The water distributed by EMATSA favourably exceeds the health criteria established by the competent health authorities as well as those established by the World Health Organization and the European Union, as established in the 140/2003 Royal Decree of 7 February, establishing the health criteria of quality drinking water.

Chlorine is the most commonly used water disinfectant in the world for its effectiveness and dependability to eliminate any harmful microbes that water supply pipes or storage tanks may contain. The chlorine added to drinking water for human consumption is a minimum health guarantee – set by law – which is not harmful to people’s health.

Because it is the method that best guarantees water disinfection until it reaches consumers’ taps, preventing pathogens from proliferating in storage tanks and supply lines, and has more than proven its safety in the concentrations used . This is why the World Health Organization recommends it as the most appropriate disinfectant for water.

The World Health Organization states that, in the concentrations established by legislation, chlorine is completely harmless to health. Maximum concentrations of this compound in tap water established by this organization ensures that there is no risk to health.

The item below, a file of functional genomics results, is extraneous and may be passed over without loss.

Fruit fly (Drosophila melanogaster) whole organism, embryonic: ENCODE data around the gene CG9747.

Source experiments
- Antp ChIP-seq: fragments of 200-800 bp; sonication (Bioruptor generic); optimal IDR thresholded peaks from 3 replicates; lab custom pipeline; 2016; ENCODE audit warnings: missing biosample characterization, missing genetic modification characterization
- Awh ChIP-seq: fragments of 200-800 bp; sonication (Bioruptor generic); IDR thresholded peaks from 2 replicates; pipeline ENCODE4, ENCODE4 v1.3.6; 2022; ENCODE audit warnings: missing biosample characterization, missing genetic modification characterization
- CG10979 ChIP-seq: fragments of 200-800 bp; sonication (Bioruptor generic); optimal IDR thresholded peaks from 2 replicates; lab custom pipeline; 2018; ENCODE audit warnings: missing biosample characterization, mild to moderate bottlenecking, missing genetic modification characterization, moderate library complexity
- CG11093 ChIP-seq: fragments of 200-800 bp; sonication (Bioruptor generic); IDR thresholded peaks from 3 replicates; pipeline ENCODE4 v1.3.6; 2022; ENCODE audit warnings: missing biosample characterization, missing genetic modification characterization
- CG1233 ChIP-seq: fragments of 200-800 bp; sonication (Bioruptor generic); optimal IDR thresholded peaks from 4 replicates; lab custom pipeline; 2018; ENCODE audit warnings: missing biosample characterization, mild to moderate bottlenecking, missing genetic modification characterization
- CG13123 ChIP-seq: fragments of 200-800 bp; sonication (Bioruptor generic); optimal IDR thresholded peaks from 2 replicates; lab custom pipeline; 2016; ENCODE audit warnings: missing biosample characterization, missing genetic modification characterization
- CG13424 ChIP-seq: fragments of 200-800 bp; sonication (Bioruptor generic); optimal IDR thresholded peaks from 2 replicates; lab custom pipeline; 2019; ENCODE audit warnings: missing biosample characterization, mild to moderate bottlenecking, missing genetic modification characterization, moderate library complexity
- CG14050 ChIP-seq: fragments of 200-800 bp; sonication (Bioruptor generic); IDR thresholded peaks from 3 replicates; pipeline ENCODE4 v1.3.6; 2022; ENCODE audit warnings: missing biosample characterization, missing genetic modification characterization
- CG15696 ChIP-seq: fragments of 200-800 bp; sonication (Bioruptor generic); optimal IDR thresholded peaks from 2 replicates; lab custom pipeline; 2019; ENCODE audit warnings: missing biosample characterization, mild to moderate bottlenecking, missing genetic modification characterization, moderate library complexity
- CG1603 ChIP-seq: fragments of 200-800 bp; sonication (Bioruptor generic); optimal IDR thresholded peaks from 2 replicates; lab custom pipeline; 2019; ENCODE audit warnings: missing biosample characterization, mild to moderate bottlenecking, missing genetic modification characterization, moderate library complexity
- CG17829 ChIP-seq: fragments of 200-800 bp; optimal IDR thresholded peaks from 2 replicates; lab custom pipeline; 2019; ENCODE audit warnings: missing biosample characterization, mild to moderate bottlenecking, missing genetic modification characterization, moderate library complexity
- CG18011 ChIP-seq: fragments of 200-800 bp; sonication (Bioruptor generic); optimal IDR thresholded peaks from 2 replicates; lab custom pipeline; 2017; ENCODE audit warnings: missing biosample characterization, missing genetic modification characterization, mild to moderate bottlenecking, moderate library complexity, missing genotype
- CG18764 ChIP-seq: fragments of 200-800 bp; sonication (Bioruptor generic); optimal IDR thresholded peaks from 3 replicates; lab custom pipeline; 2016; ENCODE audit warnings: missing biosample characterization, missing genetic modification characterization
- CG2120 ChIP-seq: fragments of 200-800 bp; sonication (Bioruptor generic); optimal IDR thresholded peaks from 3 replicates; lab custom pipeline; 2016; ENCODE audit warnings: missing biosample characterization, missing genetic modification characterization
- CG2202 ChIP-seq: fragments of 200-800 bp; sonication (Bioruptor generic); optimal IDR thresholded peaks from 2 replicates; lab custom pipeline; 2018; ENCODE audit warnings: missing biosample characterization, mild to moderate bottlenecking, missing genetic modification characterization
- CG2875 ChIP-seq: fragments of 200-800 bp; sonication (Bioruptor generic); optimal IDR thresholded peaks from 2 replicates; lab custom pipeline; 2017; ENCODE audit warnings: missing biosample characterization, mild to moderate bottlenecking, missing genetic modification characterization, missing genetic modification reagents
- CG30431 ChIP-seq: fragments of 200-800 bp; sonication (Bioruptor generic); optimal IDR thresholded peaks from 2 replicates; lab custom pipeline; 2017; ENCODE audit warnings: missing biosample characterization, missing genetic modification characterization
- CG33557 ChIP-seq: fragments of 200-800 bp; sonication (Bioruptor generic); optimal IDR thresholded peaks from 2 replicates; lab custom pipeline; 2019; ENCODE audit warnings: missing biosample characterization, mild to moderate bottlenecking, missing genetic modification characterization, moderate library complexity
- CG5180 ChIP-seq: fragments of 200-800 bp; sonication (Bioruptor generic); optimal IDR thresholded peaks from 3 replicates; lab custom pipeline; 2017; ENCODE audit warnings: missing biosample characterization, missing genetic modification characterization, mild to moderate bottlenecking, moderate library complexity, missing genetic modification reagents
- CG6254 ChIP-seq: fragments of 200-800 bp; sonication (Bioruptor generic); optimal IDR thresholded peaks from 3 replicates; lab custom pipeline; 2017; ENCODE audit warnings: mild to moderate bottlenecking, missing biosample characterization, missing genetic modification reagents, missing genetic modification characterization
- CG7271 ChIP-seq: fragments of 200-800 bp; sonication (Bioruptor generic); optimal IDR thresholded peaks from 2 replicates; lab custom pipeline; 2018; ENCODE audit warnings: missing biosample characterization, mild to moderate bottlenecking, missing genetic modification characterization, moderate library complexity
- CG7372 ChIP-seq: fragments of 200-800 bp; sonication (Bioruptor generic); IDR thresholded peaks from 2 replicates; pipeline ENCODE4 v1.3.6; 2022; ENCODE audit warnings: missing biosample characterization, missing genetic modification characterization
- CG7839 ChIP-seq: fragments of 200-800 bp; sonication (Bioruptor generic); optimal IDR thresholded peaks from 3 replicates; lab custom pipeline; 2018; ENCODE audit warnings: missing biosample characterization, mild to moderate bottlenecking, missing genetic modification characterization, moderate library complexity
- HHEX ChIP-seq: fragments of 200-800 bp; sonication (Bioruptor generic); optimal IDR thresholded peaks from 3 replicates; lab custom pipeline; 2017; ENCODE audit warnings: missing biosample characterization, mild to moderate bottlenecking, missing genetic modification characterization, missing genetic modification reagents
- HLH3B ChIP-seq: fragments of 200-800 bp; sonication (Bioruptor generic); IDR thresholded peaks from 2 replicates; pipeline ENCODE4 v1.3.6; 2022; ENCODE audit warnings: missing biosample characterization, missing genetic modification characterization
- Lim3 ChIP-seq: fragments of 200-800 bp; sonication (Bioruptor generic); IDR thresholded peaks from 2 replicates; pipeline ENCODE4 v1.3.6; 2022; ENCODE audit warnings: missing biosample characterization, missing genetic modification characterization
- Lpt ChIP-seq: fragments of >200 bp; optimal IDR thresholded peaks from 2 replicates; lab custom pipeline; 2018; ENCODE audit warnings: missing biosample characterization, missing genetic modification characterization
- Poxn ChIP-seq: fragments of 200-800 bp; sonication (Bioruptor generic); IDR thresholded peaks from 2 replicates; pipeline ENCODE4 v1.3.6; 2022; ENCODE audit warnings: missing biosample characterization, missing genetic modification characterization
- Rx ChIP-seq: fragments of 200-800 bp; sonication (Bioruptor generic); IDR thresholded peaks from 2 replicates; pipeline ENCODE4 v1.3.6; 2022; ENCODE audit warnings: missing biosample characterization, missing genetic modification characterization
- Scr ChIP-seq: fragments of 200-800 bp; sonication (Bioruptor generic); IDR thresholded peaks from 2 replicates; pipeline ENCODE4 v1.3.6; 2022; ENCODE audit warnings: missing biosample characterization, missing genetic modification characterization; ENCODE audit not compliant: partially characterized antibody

In fact, the chlorination of drinking water is one of the most significant advances in the protection of public health, due to its high lethality against bacteria and other microorganisms. It has helped to prevent and eradicate many waterborne diseases. The presence of a correct dose of chlorinated water after treatment entails no risk whatsoever to health and confers it the effect of protection from contamination as well as being an indicator of its correct disinfection.

Under current state regulations (Royal Decree 140/2003) and the transposition of the 98/83/EC European Directive, the concentration of chlorine in drinking water should not exceed 1 mg./l., although this is an indicative parameter. Although state law sets no minimum value for free chlorine, different regions have established, through their monitoring plans, and in most cases, a value of 0.2 mg./l.

Taking into account that chlorine disappears in function of time spent in the water and its temperature, among other factors, its level is monitored throughout the distribution network. Therefore, during the journey to consumers’ households, if the level of this component is below the indicative established threshold, small amounts of chlorine (re-chlorations) are administered to ensure the quality of water from the distribution network itself.